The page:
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In many offices the only people who have desktops are secretaries and others that management doesn’t want working remotely. Everyone else has a laptop—and frequently a tablet plus a smartphone.

The home user is even more mobile. We’re only at the beginning of complete home integration: TV, kitchen, climate control, security, car, wearables, etc.

In ten years there will be three operating systems running all of these devices: a Chrome/Android combo, an OS X/iOS combo and Windows (which is leading the pack in integration).

There’s a lingering perception (myth) dating from the old IBM/DOS days that “Microsoft is for business” and everything else is a toy. Only Microsoft can do enterprise networks. Those days are over and not coming back.

Microsoft was taken off guard with the quick acceptance of the Bring-Your-Own-Device model taking over corporate America—and how quick management was to order their IT departments to provide support for these devices.

Microsoft sees the integration (and gains in market share for Chromebooks and Macs) is inevitable and they have to adapt.
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Old 07-12-2013, 12:16 AM
 
15,924 posts, read 17,652,520 times
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Is the PC dead?

Is the PC dead? - CNN.com
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Old 07-12-2013, 12:18 AM
 
Location: White House, TN
5,831 posts, read 4,086,327 times
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I can see the PC market nearly completely dying in the 2020s, but the LAPTOP market will continue to thrive. Some people need full-featured devices with a keyboard, mouse, and screen. Touch screens and virtual keyboards with 7" screens don't work as a main computing device.
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Old 07-12-2013, 01:27 AM
 
24,503 posts, read 35,971,486 times
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Tablets and ubiquitous computers are certainly going to play a large role (they basically already do). But we will still need some form of desktop/laptop computer for most content creation.
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Old 07-12-2013, 01:49 AM
 
Location: Charlotte, NC (in my mind)
7,946 posts, read 15,225,410 times
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Quote:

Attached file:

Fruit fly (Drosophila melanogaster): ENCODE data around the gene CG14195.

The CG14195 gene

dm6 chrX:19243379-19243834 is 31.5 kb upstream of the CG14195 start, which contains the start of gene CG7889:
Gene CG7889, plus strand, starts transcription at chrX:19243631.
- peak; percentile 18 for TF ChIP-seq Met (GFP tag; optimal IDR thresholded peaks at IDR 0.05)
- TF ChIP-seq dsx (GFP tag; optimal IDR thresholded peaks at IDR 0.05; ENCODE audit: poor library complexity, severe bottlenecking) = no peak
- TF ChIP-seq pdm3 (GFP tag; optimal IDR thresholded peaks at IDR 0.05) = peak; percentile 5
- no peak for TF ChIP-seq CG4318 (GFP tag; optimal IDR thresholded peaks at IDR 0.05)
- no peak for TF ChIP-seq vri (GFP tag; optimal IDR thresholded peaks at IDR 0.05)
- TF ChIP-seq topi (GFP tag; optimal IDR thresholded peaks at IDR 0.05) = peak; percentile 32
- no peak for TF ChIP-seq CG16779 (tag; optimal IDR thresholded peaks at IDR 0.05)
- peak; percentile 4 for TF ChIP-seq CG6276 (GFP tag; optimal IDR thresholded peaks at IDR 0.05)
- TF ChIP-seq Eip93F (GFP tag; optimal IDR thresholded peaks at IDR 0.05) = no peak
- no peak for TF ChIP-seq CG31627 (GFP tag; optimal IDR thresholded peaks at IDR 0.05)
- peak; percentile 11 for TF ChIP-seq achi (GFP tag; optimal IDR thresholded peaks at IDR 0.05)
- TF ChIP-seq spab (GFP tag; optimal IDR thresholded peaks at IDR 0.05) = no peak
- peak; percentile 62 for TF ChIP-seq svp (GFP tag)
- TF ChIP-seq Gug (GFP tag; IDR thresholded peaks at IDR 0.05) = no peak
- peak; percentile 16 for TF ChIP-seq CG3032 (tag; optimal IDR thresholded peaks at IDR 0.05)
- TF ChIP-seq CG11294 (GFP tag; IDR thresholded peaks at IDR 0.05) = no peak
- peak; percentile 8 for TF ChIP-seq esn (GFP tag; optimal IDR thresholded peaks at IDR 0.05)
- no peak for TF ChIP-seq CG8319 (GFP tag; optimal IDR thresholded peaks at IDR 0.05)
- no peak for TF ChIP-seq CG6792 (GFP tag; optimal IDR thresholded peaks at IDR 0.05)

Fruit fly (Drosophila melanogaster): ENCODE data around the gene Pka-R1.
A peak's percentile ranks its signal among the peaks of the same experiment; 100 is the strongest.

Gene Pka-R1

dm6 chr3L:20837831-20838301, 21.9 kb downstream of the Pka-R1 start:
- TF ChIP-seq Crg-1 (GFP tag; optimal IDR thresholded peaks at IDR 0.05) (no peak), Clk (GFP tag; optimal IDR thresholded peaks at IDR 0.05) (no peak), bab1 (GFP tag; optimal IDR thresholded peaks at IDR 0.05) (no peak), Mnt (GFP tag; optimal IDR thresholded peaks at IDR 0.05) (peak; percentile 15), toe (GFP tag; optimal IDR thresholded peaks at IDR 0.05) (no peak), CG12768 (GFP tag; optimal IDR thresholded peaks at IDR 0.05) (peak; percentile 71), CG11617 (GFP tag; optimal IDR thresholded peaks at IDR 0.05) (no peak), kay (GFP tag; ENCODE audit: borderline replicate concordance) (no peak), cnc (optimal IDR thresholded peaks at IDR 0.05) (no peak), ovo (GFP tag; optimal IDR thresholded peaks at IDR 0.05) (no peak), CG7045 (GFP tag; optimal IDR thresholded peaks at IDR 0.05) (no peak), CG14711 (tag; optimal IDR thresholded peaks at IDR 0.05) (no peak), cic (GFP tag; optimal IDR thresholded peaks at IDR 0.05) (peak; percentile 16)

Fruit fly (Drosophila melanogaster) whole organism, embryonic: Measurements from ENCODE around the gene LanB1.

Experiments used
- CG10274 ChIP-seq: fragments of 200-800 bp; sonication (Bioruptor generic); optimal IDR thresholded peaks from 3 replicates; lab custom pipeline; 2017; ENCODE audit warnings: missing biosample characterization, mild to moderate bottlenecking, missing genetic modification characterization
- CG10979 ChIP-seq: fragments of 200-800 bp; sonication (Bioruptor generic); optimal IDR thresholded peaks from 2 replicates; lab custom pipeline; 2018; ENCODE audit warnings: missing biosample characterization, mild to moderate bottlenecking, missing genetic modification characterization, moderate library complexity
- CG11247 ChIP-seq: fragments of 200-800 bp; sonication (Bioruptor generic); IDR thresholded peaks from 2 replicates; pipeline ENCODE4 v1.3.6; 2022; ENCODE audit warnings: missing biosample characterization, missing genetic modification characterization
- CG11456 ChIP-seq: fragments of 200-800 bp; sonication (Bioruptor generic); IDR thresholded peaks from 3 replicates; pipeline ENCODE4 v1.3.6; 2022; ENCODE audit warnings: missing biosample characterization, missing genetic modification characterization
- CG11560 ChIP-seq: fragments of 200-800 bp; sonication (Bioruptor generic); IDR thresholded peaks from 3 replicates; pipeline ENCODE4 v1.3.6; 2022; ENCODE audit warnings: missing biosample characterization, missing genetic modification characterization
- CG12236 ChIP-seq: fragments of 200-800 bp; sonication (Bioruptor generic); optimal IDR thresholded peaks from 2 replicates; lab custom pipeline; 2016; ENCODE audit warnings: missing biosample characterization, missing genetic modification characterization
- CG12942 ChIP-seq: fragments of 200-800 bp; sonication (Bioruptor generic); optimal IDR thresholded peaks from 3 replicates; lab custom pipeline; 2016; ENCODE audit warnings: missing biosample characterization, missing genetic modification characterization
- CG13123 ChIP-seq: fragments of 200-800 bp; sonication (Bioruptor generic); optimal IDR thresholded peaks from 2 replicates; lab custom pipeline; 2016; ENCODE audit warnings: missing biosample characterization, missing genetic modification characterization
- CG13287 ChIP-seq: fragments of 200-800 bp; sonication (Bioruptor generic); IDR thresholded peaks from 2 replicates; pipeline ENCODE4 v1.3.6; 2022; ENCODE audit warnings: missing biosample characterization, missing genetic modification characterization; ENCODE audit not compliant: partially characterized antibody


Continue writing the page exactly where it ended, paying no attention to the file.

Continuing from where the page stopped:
Originally Posted by tpk-nyc View Post
In many offices the only people who have desktops are secretaries and others that management doesn’t want working remotely. Everyone else has a laptop—and frequently a tablet plus a smartphone.

The home user is even more mobile. We’re only at the beginning of complete home integration: TV, kitchen, climate control, security, car, wearables, etc.

In ten years there will be three operating systems running all of these devices: a Chrome/Android combo, an OS X/iOS combo and Windows (which is leading the pack in integration).

There’s a lingering perception (myth) dating from the old IBM/DOS days that “Microsoft is for business” and everything else is a toy. Only Microsoft can do enterprise networks. Those days are over and not coming back.

Microsoft was taken off guard with the quick acceptance of the Bring-Your-Own-Device model taking over corporate America—and how quick management was to order their IT departments to provide support for these devices.

Microsoft sees the integration (and gains in market share for Chromebooks and Macs) is inevitable and they have to adapt.
Only problem is in 2013, tablets and smartphones are mostly used for entertainment. Offices still have desktops or at least laptops (which I consider the same thing for the purposes of this discussion). Microsoft is throwing their bread and butter under the bus in favor of a market they really don't have much penetration into yet. The integration may be inevitable, but we aren't there yet. What Microsoft is doing is incredibly irresponsible and a huge gamble. This could make them as a company when/if the post-PC era kicks into full gear, but if their prediction is wrong, it could sink them. There is no point in cramming a smartphone interface on a server or desktop PC with a 30" screen.

Back in the early 2000s, Microsoft tried to get into the mobile market, which at the time was not yet ripe, with Windows XP Tablet Edition. Back then, they made the opposite mistake by assuming people would want a full desktop with a start menu on a touch screen tablet. Each device today still serves a different purpose and the operating system should be designed with that in mind. Apple gets it, which is why you don't see them forcing iOS on MacBook Pros.
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Old 07-12-2013, 07:51 AM
 
Location: Los Angeles
1,785 posts, read 1,973,366 times
Reputation: 1923
Is this the guy making the decisions?....